Are people irrational? Many economic experiments have shown that people often make seemingly irrational or paradoxical choices.
An article by Ryan, Watson, and Entwistle (Health Econ 2009) probes whether or not people really are irrational using discrete choice experiments (i.e., pick option A or option B). What they found is that some of the “irrational” behavior is often due to additional assumptions by the participants. To understand which idiosyncratic assumptions individual carry with them, the authors ask people to think aloud while they are answering the questions. This way, the authors are able to evaluate if the participants are having the same assumptions the designer of the economic experiment.
For instance, the paper found that some individual choose high cost over a low cost options. The reason for the was that some people believe that high cost can be a proxy for quality.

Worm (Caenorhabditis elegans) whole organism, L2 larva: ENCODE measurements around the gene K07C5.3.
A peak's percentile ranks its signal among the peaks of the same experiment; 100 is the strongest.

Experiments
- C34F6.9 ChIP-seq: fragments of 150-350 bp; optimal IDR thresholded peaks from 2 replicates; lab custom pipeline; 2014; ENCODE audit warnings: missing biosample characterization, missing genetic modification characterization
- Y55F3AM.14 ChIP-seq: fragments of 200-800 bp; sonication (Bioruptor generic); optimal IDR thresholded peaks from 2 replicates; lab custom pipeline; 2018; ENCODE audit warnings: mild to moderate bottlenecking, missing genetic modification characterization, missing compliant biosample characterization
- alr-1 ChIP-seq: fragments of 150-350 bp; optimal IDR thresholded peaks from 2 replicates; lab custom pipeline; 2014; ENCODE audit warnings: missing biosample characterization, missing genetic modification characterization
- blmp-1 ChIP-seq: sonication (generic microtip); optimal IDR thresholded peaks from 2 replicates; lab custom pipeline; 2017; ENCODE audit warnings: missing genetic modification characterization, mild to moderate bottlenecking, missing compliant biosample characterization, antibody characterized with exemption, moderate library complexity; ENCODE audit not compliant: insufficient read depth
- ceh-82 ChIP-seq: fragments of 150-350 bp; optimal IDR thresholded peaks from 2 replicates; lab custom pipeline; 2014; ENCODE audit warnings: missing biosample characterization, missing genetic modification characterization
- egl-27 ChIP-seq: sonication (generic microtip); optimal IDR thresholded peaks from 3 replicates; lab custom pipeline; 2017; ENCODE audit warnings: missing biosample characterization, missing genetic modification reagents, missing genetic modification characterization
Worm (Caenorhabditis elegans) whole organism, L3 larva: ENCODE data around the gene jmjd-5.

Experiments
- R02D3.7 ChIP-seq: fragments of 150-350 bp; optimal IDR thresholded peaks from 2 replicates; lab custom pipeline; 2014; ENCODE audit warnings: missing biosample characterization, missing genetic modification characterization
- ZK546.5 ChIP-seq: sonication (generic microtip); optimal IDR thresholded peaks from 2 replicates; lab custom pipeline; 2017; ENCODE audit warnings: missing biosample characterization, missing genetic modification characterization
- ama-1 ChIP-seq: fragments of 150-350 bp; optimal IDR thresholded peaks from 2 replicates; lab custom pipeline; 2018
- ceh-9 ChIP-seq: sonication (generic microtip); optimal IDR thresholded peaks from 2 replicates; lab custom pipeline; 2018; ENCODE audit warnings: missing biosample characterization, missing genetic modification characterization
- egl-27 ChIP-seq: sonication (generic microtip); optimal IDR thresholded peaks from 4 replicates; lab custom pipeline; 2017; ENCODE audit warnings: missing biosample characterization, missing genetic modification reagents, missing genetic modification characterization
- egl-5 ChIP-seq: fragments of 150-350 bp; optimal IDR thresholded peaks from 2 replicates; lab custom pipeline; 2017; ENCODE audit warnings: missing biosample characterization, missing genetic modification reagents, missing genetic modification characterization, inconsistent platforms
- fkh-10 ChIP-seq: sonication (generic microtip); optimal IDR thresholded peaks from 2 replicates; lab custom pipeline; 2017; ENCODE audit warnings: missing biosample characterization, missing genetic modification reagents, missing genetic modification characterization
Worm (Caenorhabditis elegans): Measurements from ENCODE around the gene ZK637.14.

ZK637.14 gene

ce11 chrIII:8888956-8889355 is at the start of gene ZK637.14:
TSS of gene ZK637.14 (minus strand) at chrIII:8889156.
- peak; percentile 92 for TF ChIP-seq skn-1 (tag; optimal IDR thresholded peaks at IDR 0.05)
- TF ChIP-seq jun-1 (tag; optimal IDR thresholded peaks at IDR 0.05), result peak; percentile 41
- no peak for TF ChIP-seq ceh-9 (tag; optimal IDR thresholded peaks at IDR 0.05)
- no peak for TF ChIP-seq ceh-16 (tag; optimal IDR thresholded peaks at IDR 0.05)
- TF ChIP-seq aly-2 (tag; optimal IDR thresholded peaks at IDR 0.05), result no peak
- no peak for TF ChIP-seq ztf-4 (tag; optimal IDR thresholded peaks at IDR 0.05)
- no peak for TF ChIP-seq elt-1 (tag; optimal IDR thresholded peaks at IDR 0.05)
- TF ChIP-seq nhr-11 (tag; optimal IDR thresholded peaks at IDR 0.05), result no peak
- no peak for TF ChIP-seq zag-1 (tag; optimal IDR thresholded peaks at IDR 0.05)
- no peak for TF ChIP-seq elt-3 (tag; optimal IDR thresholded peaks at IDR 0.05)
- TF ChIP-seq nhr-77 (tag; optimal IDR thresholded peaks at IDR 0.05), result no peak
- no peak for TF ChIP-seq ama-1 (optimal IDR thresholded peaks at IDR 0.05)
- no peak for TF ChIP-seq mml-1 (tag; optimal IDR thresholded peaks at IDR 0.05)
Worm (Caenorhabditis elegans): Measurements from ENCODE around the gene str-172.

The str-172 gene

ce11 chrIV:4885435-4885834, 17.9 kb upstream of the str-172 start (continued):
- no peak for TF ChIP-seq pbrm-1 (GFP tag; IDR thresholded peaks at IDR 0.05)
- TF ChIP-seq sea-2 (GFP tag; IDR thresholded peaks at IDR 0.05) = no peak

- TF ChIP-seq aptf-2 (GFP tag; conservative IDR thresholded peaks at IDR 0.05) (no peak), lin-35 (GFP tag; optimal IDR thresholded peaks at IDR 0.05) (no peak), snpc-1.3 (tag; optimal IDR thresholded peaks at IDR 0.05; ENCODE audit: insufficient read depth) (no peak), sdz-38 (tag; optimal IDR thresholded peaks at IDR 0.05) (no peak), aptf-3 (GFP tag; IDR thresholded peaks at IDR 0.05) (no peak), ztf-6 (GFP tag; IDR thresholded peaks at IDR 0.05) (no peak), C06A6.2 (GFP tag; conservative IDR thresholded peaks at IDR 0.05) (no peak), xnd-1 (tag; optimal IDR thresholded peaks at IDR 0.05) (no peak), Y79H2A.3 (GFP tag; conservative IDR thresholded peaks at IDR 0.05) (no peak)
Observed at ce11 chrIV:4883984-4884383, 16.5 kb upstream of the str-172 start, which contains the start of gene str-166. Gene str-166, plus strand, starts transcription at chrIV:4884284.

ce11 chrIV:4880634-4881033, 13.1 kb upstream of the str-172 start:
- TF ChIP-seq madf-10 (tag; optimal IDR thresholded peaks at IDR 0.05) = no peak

“You see I feel if you pay more you are obviously going to get more, they are going to do more for you, because that’s just a way of life isn’t it. I don’t mean to say that you have always got to pay a big price but sometimes, the saying is ‘pay cheap, pay dear’.”
Other people could not afford to pay for either option and thus they ignored the cost of each option.
“I thought with the 10 questions there, you were looking at it and thinking ‘what’s more important’? Before the cost was important to me, at the start. I was saying to myself ‘well I can’t afford £48, I know I can’t afford £48, I’m unemployed’. But the more I am answering the questions, the cost was coming out of the equation…”
This “think aloud” technique is a great way for experimental economists to verify that their experiments are actually testing what they claim to test.
- Ryan, Watson, and Entwistle (2009) “Rationalising the irrational: a think aloud study of discrete choice experiment responses” Health Economics, v18(3):321-336.